Note on Editors Contributors Biographies Forward (Rob Smith) Chapter 1: Introduction: Improving healthcare through built environment infrastructure (Mike Kagioglou and Patricia Tzortzopoulos) Session 1: Practitioner contributions Chapter 2: Planning healthcare environments (Duane Passman, Brighton & Sussex University Hospitals NHS Trust Brighton, UK) 2.1. Introduction 2.2. Background and history 2.2.1. The Hospital Plan of the 1960 s 2.2.2. The Economic Crisis of the 1970 s 2.2.3. Change in the 1980 s 2.2.4. Further change in the 1990 s 2.3. The Planning Landscape 2.4. Policy Developments since 1997 2.4.1. The NHS Plan, 2000 2.4.2. Delivering the NHS Plan, 2002 2.4.3. The NHS Improvement Plan, 2004 2.4.4. Our health, our care, our say: a new direction for community services, 2006 2.4.5. Our health, our care, our community, 2006 2.4.6. Healthcare for London, 2007 2.4.7. High Quality Care for All, 2008 2.5. Capital Procurement Methodologies and NHS Organisations 2.5.1. Overall Capital Investment in the NHS 2.5.2. The Private Finance Initiative (PFI) 2.5.3. NHS LIFT 2.5.4. ProCure 21 2.5.5. NHS Foundation Trusts 2.5.6. NHS Trusts 2.5.7. PCTs 2.6. Settings for Healthcare 2.6.1. The Home 2.6.2. General Practitioner (GP) Surgery 2.6.3. Larger Health Centres 2.6.4. One stop shops/polyclinics 2.6.5. Community Hospitals 2.6.6. District General Hospitals (DGHs) 2.7. Supply-Side Considerations 2.7.1. Beds 2.7.2. A & E 2.7.3. Outpatients 2.7.4. Imaging 2.7.5. Other Factors 2.8. Demand side 2.9. Design and The Physical Environment 2.10. Conclusion 2.11. References Chapter 3: Plan for uncertainty: design for change (Sue Francis, CABE - Commission for Architecture and the Built Environment London, UK) 3.1. Introduction 3.2. Context 3.3. Impact on the built environment 3.4. Optimising design 3.5. Futureproofing design 3.6. Design Matters 3.7. Measuring Design Quality 3.8. Final remarks: Making places 3.9. References Chapter 4: Designed with care? The role of design in creating excellent community healthcare buildings (Kate Trant) CABE - Commission for Architecture and the Built Environment London, UK 4.1. Introduction 4.2. Why does design matter? 4.3. Building healthy neighbourhoods 4.4. Access to health 4.5. Surprise and delight 4.6. Designed with care 4.7. Open all hours 4.8. Better isn t good enough 4.9. Must try harder 4.10. What makes a good healthcare building? 4.10.1. Good integrated design 4.10.2. Public open space 4.10.3. A clear accessible plan with one main reception 4.10.4. An environmentally sensitive approach to building design, materials, construction and management 4.10.5. Circulation and waiting areas 4.10.6. Materials, finishes and furnishings 4.10.7. Natural light and ventilation 4.10.8. Storage 4.10.9. Adapting to future changes 4.10.10. Out of hours community use 4.11. Final remarks 4.12 References Chapter 5: The stages of LIFT - Local Finance Improvement Trust - for the development and delivery of primary healthcare facilities (Richard Groome) John Laing plc Manchester, UK 5.1. Introduction 5.2. The LIFT Process 2.1. Project Inception 2.2. Project Set up 2.3. Feasibility 2.4. Stage 1 Approval 2.5. Outline Design 2.6. Final Scheme Design 2.7. Financial Close 2.8. Construction Management Set Up 2.9. Facilities Maintenance (FM) 5.3. Cultural Differences 5.4. Conclusions 5.5. References Chapter 6: The Integrated Agreement for Lean Project Delivery (William A. Lichtig, McDonough, Holland & Allen California, USA) 6.1. Introduction to Sutter Health 6.2. Integrated form of agreement 6.3. Traditional Responses to Owner Dissatisfaction with the Status Quo 6.4. What is Lean? 6.5. The Application of TPS Principles to Design and Construction 6.6. Sutter Health s Formulation of a Lean Project Delivery Strategy 6.7. Development of the Integrated Agreement for Lean Project Delivery 6.7.1. Relationship of the Parties 1.7.1. Creating a Collaborative Design and Construction Environment 1.7.2. Articulating and Activating the Network of Commitments 1.7.3. Optimizing the Project, not the Pieces 1.7.4. Tightly Couple Learning With Action 6.8. Conclusion 6.9. References Chapter 7: The Sutter Health Prototype Hospital Initiative (Dave Chambers, Sutter Health California, USA) 7.1. Getting Started 7.2. Goals and Metrics 7.3. Design 7.4. Results and conclusion 7.5. References Session 2: Academic contributions Chapter 8: The Strategic Service Development Plan: An Integrated Tool for Planning Built Environment Solutions for Primary Health Care Services (Ged Deveraux Manchester Joint Health Unit Manchester City Council, UK) 8. Introduction 9. Background 10. The Development of Primary Care 11. The Role of the built environment in delivering primary health care 12. The Origins of the Strategic Service Development Plan 13. A Comparative Case Study of the MAST LIFT SSDP 13.1. Partnership Working 13.2. Planning Process 13.3. Benefits Realisation 13.4. What was learnt? 13.5. Common Themes of the Document Analysis 13.5.1. Partnership Working 13.5.2. Planning Process 13.5.3. Benefits Realisation 13.6. Common Themes from the Interviews 13.6.1. Partnership Working 13.6.2. Planning Process 13.6.3. Benefits Realisation 13.7. Discussion 13.7.1. Partnership Working 13.7.2. Planning Process 13.7.3. Benefits Realisation 14. Conclusion 15. Recommendations 16. References Chapter 9: From care closer to home to care in the home. The potential impact of telecare (James Barlow, Steffen Bayer, Richard Curry, Jane Hendy and Laurie McMahon Imperial College London and Loop2 London, UK) 9.1. Introduction 9.2. Key trends 9.3. What is telecare? 9.4. The impact of telecare on care services 9.5. Implications for the healthcare built infrastructure 9.6. Conclusion 9.7. Acknowledgments 9.8. References Chapter 10: Risk Management and Procurement (Nigel Smith, Denise Bower, Bernard Aritua School of Civil Engineering, University of Leeds Leeds, UK) 10.1. Introduction 10.2. General Principles of Risk Management in Infrastructure Procurement 10.2.1. Risk Planning 10.2.2. Risk Identification 10.2.3. Risk Assessment 10.2.4. Risk Response 10.3. Risk and Procurement routes 10.4. Risk in NHS Procurement 10.5. Multi-project procurement 10.6. Sustainable NHS procurement options 10.7. References Chapter 11: Supporting evidence-based design (Ricardo Codinhoto, Bronwyn Platten, Patricia Tzortzopoulos, Mike Kagioglou University of Salford Salford, UK) 11.1. Definitions 11.2. the built environment and health Outcomes: considerations about evidence-based Design 11.3. Searching for Evidence 11.4. healthcare environments and impacts on health 11.5. Organising information 11.5.1. Framework 1: Patient groups framework 11.5.2. Framework 2: Route cause and effects 11.5.3. Framework 3: Specific built environment characteristic framework Colour 11.5.4. Framework 4: Built Environment and Health Outcomes Overview 11.5. Organising Inforamtion 11.6. Conclusions 11.7. References Chapter 12: Benefits Realisation: Planning and evaluating healthcare infrastructures and services (Stylianos Sapountzis, Kathryn Yates, Jose Barreiro Lima, Mike Kagioglou Uiversity of Salford Salford, UK) 12.1. Introduction 12.2. Benefits realisation 12.2.1. Benefits taxonomies 12.3. Research methodology 12.4. BeReal model overview 12.4.1. BeReal Usability and Controlling Structure 12.4.2. Investment Appraisal Approaches: General, Healthcare Specific and BeReal Mode 12.5. Case Studies 12.5.1. Brighton & Sussex University Hospitals (BSUH) Tertiary, Trauma and Teaching (3Ts), Case Study 12.5.2. Manchester, Salford and Trafford (MaST) Local Improvement Finance Trust (LIFT) Case study characterisation and discussion 12.6. Conclusions 12.7. References Chapter 13: Towards the achievement of Continuous Improvement in the UK Local Improvement Finance Trust (LIFT) initiative (A.D. Ibrahim, A.D.F. Price and A.R.J. Dainty Dpartment of Quantity Surveying, Ahmadu Bello University, Zaria, Nigeria Department of Civil and Building Engineering, University of Loughborough, UK) 13.1. INTRODUCTION 13.2. CONTINUOUS IMPROVEMENT CONCEPT 13.3. RESEARCH METHOD 13.4. RESULTS AND DISCUSSIONS 13.4.1 CI concept 13.4.2 Essential Requirements of Continuous Improvement in LIFT Preconditions and success factors for CI CI driving values CI enabling values CI infusing values Barriers to achieving CI in LIFT projects 13.5. THE DEVELOPMENT OF A GENERIC CONTINUOUS IMPROVEMENT FRAMEWORK (CIF) FOR LIFT 13.5. APPLICATION OF CIF WITHIN LIFT PROCUREMENT 13.5.1 Contextual analysis 13.5.2 CI strategy formation 13.5.3 CI implementation 13.6. CONCLUSIONS 13.7. REFERENCES Chapter 14:Performance Management in the Context of Healthcare Infrastructure (Therese Lawlor-Wright and Mike Kagioglou School of Mechanical, Aerospace and Civil Engineering, The University of Manchester, UK School of the Built Environment, University of Salford, UK) Abstract 14.1. Introduction 14. Organisational Performance Measurement Systems 14.3. Building Performance Assessment 14.3.1. Performance of Healthcare Facilities 14.3.2. Assessing Performance at the Design Stage 14.3.3. Assessing Performance at Operational Stage 14.4. Contribution of Infrastructure to Performance of Healthcare Organisation 14.5. Conclusions 14.6. References Chapter 15: Hard FM and performance management in hospitals (Igal Sohet and Sarel Lavy Ben-Gurion University of the Negev, Israel College of Architecture, Texas A&M University, USA) 15.1. Components of Healthcare Facilities Management 15.1.1. Maintenance Management 15.1.2. Performance Management 15.1.3. Risk Management 15.1.4. Supply Services Management 15.1.5. Development 15.1.6. Information and Communications Technology (ICT) 15.1.7 Summary 15.2. Key Performance Indicators in Hospital Facilities 15.2.1. Asset Development 15.2.2. Performance management 15.2.3. Maintenance 15.2.4. Organization and Management 15.3. Research Methods 15.3.1. Structured Field Survey 15.3.2. Statistical Analysis 15.3.3. Model Development and Computing 15.3.4. Validation 15.4. Analysis of a Hospital Using the Indicators Developed A Case Study 15.4.1. Profile of the Hospital 15.4.2. Data Analysis 15.4.3. Conclusions 15.5. Discussion 15.6. Toward a Maintenance Performance Toolkit 15.7. References Chapter 16: Community Clinics - Hard Facilities management and performance management (Igal Sohet Ben-Gurion University of the Negev, Israel) Synopsis 16.1. Introduction 16.1.1. Healthcare Facilities Management 16.1.2. Alternative Architectures of Healthcare Service Provision 16.2. Clinic Facilities 16.2.1. Key Performance Indicators in Clinic Facilities 16.3. PROFiLE OF CLINIC FACILITIES 16.3.1. Case Study 16.4. Hospital Facilities vs. Clinic Facilities Comparative Perspective 16.5. Concluding Remarks 16.6. References Index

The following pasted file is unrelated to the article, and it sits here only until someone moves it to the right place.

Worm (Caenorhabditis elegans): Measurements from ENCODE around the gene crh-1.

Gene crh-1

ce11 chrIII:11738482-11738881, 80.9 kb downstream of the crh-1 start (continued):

Product Details

  • ISBN13: 9781405158657
  • Format: Hardback
  • Number Of Pages: 296
  • ID: 9781405158657
  • weight: 800
  • ISBN10: 1405158654